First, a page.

Getting to the root of exploit kits
Hadi Jaafarawi, managing director, Qualys ME, demystifies this old but still potent cyber threat
Exploit kits have been in existence for close to 10 years now, however there are still many that do not fully comprehend how they function.
At its core, an exploit kit is a tool that cyber criminals use to take advantage of the flaws in your system and infect it with malware. It works in three ways, first by scanning the victim’s system for vulnerabilities, second by downloading suspect code and finally by executing and installing the malware. Such kits typically target web browsers and popular programs like Adobe Reader, Java Runtime Environment, Adobe Flash Player. Once a system has been penetrated, root kits can force it to behave abnormally and disrupt activity in the software, hardware and all other electronic components.
The accessibility and user friendliness of root kits is also an area of concern, since hackers can easily buy or rent them to attack the computers of users who land on their rogue websites via phishing campaigns, malicious ads or compromised web pages. Once in command of compromised devices, hackers steal data for ID theft, hijack online accounts, and demand money to decrypt files (ransomware) and so on.
Due to these reasons we’ve seen the popularity of root kits explode recently amongst attackers and their technical sophistication skyrocket, to the dismay of CISOs. The names of notorious ones have been well documented; Angler, BlackHole, Neutrino. They have victimised millions of individuals and organisations over the years. Unfortunately the exploit kit threat is intensifying: their convenience and effectiveness makes them one of hackers’ preferred weapons. Due to the fact that criminals are able to carry out malware infection attacks on a massive scale, and automate the exploitation of vulnerabilities.
In 2015’s fourth quarter, the number of visits to exploit kit-related URLs that were blocked by Trend Micro products surged, doubling year-on-year. With exploit kits becoming more destructive, it’s critical that organisations fix their IT assets’ vulnerabilities. Remediating vulnerabilities offers the best protection against cyber-attacks, especially those leveraging exploit kits. Here we explain why - when deciding which vulnerabilities to address immediately, IT departments must crunch and correlate mounds of internal and external threat data and weigh multiple risk criteria. An element that uniformly affects this prioritisation calculation are the vulnerabilities that are in included in root kits.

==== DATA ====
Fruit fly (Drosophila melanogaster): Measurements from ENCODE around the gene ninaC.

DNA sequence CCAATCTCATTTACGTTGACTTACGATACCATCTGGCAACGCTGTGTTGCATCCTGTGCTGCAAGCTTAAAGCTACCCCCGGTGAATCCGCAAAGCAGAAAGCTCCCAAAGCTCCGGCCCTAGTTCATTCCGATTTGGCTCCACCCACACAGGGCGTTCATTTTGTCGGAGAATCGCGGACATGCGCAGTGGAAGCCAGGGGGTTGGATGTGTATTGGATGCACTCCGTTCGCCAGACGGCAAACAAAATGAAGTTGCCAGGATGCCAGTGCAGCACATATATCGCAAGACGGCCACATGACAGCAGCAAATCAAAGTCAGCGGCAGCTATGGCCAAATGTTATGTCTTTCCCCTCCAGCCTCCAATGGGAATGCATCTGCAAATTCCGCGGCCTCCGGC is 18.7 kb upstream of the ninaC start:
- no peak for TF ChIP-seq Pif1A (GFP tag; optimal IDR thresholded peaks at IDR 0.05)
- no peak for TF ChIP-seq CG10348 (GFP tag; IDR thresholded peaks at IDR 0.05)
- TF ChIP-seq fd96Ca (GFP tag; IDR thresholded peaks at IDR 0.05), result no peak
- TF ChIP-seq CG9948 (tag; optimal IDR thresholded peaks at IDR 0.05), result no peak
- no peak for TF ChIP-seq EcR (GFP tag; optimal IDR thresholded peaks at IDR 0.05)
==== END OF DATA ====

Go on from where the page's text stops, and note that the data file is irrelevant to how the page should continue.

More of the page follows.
While the task may sound daunting, there a number of steps security teams can take to help protect their networks against exploits. One of the most effective ways to do so, is taking a preventative approach rather than a reactive one. This means having a robust vulnerability management solution in place which constantly detects and thwarts against attacks whenever and wherever they appear. Paying close attention to suspicious activity is also necessary, although rootkits don't actively give you signs you are compromised, there are ways to tell. If you've received reports from various sources that you are sending out spam, the chances that your system is infected by a botnet which is the direct result of a rootkit is high.
An additional simple, yet tried and true method is turning your machine off after it’s been infected. In doing so, you can prevent the malware from spreading and causing further damage. This gives you adequate time to assess the next best course of action to take. For those that are more technically inclined, memory dumping is also an option. You can force an offload of the infected system that will capture any functioning rootkit. The dump can then be examined with a debugging tool. During the analysis, the rootkit can't conceal its actions and will be identified, enabling you to take the necessary steps to remove the malicious program completely.
In short, when prioritising IT asset remediation work, all information security team members must stay in the know of what’s going on in the Internet’s sinister corners where these software packs sprout. While it’s difficult to completely avoid exploit kit attacks, one of the most effective ways of thwarting them is remediating vulnerabilities they try to leverage, neutralising risks before they spiral out of control.